So here we are at the end of 2014, and nothing has really changed. The proposal was put aside. Sellers are still allowed to help buyers pay some of their closing costs. In 2015, the maximum limit for FHA seller concessions will remain at 6% of the appraised value or sale price, whichever is less.
Many well-intentioned bloggers and publishers mistook the aforementioned proposal for an actual policy change, which it was not. As a result, there are now many articles online that claim there is a 3% / $6,000 cap on contributions. This is misinformation.
HUD officials could still follow through on their original proposal sometime in the future, lowering the cap to 3%. But for now, and for at least the first few months of 2015, the contribution cap will remain at 6% of appraisal or sale price.
Not Always a Viable Strategy
Just because you’re allowed to ask for a seller concession on an FHA loan doesn’t necessarily mean it’s a good idea. In a buyers’ market, where homeowners are eager to snatch up any offer they can get, you could get away with this type of strategy. But in a sellers’ market, where there is limited supply and high demand, it can be risky to ask for a contribution toward closing costs — or any type of seller concession, for that matter.
It begs the question: What type of market are we in right now? It varies from one region to the next. Some local markets are still experiencing inventory surpluses and low demand, which means buyers have more negotiating leverage. Other markets, like most major cities in California, have limited supply and high demand (i.e., a sellers’ market).
Home buyers should research local real estate conditions, and shape their buying strategy and offers with those conditions in mind. This is where an experienced real estate agent can prove helpful. An agent can tell you whether or not it’s a good idea to ask for a seller concession toward closing costs, based on local market conditions, pricing, and other factors.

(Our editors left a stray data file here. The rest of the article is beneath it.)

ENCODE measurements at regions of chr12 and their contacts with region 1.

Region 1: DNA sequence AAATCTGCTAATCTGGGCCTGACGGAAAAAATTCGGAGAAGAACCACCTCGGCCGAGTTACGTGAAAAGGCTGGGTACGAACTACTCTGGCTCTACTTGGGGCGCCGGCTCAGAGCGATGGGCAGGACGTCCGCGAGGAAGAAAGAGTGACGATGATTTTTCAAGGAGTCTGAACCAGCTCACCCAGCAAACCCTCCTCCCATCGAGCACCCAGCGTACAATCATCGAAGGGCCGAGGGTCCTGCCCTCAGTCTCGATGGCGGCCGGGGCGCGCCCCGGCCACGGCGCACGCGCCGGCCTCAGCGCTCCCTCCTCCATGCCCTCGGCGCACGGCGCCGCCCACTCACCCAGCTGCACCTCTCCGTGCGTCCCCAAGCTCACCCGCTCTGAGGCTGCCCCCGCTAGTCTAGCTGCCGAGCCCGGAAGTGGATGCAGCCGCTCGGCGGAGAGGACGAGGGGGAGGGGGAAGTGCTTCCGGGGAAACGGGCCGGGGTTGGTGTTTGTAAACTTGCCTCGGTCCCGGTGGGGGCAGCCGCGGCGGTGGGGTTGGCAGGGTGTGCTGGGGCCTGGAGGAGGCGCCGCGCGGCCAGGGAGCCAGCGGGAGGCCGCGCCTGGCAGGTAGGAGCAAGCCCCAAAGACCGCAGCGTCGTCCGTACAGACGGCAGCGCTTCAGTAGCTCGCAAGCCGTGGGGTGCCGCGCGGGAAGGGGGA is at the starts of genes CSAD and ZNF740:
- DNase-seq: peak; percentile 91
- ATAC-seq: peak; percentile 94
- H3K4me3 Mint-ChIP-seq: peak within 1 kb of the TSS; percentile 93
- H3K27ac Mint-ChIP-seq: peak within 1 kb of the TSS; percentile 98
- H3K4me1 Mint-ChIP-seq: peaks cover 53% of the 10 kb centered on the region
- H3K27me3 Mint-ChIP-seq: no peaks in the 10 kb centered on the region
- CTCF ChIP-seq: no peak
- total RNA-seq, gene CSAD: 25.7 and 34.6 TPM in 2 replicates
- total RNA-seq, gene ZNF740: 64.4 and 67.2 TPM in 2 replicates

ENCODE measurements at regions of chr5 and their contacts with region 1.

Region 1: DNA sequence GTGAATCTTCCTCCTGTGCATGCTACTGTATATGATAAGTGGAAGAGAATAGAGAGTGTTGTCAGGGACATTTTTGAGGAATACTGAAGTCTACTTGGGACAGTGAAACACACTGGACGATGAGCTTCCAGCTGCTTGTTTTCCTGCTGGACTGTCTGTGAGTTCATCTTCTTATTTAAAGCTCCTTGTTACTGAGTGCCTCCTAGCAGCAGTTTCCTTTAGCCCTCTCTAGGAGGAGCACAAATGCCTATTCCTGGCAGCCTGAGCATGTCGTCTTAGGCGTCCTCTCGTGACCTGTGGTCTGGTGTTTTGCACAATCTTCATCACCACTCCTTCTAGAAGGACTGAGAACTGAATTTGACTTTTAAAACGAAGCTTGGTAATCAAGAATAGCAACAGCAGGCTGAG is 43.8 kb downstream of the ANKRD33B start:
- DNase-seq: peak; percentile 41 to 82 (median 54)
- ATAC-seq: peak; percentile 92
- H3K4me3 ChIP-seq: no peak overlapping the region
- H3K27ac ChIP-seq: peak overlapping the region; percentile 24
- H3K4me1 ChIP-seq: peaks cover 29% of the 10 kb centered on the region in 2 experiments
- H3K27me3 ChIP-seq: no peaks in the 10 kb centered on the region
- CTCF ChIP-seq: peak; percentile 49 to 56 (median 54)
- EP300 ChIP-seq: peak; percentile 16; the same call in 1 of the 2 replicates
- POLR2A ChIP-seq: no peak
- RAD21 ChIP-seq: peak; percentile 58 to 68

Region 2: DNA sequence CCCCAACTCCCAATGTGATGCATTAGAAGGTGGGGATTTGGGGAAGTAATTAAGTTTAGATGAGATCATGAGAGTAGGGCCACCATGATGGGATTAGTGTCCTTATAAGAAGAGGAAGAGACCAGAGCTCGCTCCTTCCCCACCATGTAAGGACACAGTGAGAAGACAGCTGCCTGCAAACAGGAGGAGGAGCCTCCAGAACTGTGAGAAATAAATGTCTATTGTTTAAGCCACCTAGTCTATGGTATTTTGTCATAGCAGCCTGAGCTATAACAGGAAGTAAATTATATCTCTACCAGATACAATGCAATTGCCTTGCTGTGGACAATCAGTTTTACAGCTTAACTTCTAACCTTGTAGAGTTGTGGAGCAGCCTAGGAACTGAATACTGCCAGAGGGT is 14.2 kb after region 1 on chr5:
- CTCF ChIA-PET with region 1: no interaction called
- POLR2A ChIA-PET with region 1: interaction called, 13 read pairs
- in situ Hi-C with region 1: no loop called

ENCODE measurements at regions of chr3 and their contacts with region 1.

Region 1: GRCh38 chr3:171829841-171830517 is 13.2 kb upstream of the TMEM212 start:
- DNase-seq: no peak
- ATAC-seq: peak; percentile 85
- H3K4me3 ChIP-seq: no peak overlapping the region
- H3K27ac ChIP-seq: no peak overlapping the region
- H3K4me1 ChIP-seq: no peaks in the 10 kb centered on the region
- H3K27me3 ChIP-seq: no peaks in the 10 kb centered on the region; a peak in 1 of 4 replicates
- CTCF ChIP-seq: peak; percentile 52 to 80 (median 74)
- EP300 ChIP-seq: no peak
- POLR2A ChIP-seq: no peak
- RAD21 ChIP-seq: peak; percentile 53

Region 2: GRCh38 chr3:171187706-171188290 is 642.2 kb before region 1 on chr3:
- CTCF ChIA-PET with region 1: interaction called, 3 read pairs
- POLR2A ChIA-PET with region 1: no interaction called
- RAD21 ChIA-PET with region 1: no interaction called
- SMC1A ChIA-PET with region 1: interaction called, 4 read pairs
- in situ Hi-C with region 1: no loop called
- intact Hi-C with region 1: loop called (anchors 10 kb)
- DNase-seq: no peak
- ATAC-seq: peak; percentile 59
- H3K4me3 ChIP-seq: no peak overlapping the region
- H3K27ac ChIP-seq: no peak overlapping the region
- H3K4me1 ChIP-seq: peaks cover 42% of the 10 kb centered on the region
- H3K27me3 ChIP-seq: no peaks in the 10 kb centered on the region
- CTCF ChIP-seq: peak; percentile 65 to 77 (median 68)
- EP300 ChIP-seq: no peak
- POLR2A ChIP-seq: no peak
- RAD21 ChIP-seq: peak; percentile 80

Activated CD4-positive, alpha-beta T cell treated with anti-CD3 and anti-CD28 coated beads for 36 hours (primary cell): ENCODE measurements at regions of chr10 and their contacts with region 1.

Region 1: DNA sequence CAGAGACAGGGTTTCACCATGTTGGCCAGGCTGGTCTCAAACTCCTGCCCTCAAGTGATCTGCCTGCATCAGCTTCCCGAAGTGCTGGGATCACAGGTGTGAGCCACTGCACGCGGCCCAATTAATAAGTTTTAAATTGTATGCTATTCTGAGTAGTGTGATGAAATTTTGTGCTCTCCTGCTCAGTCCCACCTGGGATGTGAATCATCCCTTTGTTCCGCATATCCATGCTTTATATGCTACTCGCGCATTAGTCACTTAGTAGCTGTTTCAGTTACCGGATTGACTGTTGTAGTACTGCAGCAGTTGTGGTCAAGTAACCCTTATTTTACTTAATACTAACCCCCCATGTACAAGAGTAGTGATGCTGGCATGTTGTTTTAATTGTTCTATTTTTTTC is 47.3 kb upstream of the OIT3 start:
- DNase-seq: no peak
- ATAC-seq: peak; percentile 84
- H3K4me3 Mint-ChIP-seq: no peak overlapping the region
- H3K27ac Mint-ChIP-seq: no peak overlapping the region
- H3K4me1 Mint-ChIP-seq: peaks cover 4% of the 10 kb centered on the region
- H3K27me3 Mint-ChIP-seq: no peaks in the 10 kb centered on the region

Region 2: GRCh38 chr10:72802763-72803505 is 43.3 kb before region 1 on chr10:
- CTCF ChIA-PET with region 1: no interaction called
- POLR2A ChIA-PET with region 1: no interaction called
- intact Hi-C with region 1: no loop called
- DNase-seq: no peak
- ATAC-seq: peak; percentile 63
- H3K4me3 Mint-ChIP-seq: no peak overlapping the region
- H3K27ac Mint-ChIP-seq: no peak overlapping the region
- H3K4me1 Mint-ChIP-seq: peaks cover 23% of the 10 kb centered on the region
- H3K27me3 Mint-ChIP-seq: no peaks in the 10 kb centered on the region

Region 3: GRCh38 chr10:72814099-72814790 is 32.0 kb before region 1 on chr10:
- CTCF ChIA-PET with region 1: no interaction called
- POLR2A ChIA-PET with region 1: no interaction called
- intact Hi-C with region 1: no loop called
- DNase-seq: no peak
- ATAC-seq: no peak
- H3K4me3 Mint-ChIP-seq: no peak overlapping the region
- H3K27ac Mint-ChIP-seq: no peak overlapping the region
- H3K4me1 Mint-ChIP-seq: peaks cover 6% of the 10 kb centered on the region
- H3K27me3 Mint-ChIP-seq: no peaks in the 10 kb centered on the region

Recap of key points:
- Currently, in 2014, the maximum allowable seller concession for an FHA loan is 6% of the sale price or the appraised value, whichever is less. We expect this cap to remain in place for the first part of 2015, and possibly for the entire year.
- During the course of your research, you might see some mention of a 3% limit or cap on seller-paid closing costs for FHA. That’s because the Department of Housing and Urban Development twice proposed a reduction in the maximum contribution — once in 2010, and again in 2012. These proposals met with fierce resistance and were essentially put on hold.
- If you refer to HUD Handbook 4155.1, the official “rule book” for borrower eligibility and criteria, you’ll see that they still allow seller concessions of up to 6% going into 2015.
- These contributed funds can be applied to the buyer’s closing costs, but not the down payment.
Disclaimer: This article explains how sellers can help pay a home buyer’s closing costs with an FHA seller concession. This information was updated and fact-checked on October 27, 2014. The Department of Housing and Urban Development frequently makes changes to their mortgage-insurance program. As a result, there is a possibility that this article may become outdated as the months go on. We encourage you to visit the official HUD website for the latest information regarding 2015 seller contributions, and other aspects of FHA financing.